Minnesota Law Review, Vol. 99, pp. 535-583, 2014
Firms that collect big data rarely disclose their methods for doing so. Because of lack of disclosure, others will not trust the data enough to use it. Trade secret, patent, and copyright laws do not encourage the disclosure of big data methods.
A new intellectual property right would encourage disclosure of big data methods. Disclosure would encourage data reuse and spur innovation.
- Big data analysts collect Internet search histories, social media posts, credit card records, networked devices, and other sources to gain new insights.
- Researchers spotted an interaction between two drugs by noticing the drugs often appeared with “hypoglycemia” in web searches.
- Analysts hesitate to use data if they do not know how it was gathered and processed.
- Case studies show that big data firms use human analysts to select, process, and classify the data, and to rid it of errors.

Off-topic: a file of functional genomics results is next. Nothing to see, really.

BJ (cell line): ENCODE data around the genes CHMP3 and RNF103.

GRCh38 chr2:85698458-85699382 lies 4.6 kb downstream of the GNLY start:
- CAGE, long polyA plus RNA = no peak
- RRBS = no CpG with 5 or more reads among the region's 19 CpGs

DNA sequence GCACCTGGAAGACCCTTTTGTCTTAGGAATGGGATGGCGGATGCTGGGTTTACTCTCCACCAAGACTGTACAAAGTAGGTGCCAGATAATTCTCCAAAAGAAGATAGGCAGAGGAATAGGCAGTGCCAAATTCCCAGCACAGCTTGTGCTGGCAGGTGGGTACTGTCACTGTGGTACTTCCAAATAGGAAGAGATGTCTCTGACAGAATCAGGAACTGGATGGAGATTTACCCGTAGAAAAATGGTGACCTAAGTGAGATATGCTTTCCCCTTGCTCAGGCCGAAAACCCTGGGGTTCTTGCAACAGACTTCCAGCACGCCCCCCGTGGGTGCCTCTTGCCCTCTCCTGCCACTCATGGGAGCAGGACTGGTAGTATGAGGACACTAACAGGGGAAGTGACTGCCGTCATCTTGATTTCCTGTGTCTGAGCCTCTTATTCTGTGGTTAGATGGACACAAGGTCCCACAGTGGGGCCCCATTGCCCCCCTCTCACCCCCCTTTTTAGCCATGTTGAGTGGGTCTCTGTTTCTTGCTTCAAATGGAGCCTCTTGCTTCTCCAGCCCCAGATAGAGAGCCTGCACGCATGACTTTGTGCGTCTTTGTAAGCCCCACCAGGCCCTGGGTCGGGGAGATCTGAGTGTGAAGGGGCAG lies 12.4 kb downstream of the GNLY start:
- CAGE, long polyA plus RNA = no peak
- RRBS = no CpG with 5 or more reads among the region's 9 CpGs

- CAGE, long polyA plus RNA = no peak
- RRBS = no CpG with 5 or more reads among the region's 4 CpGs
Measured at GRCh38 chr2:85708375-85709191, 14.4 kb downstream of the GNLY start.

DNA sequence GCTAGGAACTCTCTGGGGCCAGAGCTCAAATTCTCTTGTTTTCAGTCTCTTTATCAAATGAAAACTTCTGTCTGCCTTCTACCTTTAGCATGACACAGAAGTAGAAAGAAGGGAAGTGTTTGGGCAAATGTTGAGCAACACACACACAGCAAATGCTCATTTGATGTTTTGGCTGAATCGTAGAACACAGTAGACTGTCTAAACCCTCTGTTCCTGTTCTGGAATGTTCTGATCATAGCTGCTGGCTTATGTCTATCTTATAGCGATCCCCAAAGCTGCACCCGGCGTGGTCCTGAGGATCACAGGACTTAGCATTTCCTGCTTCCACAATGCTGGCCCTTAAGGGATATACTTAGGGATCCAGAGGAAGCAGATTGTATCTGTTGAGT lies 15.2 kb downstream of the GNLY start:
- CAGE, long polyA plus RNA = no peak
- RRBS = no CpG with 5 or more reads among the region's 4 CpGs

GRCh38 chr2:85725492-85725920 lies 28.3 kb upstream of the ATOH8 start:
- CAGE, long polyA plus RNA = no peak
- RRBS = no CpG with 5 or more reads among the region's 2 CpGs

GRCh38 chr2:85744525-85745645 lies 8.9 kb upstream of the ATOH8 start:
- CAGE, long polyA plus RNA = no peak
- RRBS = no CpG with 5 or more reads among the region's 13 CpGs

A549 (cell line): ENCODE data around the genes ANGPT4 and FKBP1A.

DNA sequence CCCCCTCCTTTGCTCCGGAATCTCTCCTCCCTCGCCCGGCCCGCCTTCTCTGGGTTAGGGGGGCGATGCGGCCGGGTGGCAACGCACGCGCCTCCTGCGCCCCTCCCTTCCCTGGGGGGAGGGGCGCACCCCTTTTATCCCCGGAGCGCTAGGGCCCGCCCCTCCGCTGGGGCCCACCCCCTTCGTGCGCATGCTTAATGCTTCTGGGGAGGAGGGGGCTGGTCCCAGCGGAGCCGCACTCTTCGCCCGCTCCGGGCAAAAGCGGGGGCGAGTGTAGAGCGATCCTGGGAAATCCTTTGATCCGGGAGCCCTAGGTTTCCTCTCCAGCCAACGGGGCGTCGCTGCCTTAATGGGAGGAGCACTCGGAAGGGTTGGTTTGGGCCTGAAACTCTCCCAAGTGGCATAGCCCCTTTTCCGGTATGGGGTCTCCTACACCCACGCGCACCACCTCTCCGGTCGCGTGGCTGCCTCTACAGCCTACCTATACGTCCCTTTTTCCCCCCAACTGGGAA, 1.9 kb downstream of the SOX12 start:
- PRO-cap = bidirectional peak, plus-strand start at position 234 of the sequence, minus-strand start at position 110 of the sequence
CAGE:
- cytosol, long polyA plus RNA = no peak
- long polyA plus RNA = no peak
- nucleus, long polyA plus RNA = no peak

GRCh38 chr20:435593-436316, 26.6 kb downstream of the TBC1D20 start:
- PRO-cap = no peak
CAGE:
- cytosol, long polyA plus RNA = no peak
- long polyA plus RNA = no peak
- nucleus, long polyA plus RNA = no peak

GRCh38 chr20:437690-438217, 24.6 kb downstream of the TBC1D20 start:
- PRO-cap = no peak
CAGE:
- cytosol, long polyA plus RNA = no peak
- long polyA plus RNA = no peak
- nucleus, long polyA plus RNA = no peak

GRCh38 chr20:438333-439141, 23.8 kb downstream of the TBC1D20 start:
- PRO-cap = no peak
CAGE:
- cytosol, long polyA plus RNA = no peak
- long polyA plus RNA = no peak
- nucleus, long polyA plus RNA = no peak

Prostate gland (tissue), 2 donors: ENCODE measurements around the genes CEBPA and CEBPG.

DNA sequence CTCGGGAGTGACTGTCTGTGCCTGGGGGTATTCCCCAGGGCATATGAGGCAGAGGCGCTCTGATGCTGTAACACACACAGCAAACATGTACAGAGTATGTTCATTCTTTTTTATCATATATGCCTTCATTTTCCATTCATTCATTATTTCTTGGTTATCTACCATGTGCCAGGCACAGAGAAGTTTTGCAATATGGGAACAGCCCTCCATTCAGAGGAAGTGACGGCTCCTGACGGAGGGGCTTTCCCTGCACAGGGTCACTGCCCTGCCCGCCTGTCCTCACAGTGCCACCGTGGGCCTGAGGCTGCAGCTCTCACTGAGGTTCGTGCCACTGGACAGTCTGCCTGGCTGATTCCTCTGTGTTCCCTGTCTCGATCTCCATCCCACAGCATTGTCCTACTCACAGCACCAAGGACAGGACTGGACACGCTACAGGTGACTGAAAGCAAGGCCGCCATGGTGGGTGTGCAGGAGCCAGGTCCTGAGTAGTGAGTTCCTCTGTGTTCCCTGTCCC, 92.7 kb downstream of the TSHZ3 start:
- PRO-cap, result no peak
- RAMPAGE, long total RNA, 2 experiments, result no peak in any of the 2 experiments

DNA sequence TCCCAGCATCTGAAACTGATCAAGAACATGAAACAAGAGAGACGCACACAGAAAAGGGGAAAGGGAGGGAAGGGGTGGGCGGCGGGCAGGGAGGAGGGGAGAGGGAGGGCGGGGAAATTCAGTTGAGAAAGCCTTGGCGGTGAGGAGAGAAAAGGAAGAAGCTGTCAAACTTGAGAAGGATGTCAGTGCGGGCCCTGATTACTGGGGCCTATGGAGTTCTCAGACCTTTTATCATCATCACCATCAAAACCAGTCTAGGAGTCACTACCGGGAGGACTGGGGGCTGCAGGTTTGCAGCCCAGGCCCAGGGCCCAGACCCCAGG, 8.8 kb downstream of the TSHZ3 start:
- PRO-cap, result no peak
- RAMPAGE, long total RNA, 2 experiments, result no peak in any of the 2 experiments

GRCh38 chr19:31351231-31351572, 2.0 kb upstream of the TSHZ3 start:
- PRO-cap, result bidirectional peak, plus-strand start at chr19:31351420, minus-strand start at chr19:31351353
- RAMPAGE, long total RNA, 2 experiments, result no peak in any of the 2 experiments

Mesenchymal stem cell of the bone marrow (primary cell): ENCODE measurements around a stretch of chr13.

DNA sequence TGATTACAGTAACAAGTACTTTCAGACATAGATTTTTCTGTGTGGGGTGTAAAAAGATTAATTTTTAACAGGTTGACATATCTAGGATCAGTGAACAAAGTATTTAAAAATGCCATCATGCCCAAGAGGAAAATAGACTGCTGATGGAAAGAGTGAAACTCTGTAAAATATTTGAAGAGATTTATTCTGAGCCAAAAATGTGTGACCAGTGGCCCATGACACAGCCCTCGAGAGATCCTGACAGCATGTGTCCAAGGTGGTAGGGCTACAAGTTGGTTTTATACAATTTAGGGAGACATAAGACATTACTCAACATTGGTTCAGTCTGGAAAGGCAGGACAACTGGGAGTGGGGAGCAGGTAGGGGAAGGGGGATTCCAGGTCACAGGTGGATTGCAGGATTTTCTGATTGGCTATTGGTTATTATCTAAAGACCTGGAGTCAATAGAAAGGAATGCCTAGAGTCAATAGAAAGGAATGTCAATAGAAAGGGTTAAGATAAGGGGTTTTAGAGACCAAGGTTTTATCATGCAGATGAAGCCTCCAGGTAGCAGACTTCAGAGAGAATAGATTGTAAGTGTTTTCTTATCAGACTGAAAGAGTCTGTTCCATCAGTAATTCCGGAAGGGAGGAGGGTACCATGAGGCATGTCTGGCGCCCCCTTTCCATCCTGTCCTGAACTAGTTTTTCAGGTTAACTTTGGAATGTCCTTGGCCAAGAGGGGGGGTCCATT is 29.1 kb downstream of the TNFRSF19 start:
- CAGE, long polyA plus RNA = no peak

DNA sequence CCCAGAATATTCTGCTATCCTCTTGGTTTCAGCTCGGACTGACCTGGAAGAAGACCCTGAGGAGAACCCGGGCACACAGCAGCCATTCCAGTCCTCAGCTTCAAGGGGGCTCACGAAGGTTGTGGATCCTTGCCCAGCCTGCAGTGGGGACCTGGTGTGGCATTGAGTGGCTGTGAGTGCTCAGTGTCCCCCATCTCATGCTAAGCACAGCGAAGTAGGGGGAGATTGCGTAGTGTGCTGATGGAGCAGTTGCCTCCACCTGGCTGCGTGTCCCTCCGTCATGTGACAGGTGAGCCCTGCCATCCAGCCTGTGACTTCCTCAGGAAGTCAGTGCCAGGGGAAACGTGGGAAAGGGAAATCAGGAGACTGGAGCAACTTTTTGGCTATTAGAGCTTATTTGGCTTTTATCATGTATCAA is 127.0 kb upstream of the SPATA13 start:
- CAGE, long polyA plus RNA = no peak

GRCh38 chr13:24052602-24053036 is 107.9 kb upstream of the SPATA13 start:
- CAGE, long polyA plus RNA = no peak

- A firm that handles medical data slightly changes patient’s ages, treatment dates, and locations to conceal patients’ identities.
- Unlike source code, big data methods cannot be discovered by reverse engineering.
- Existing intellectual property rights do not support big data disclosure.
- Big data methods are rarely “novel” and do not quality for patent protection.
- Patent protection is expensive.
- Copyright protection for data is weak and does not require disclosure of the data collection methods.
- Data publishers could be given an exclusive right to control downstream uses of data for a limited time, if the publisher discloses how the data was generated, a “dataright.”
- Other proposals to create protection for electronic databases do not require disclosure.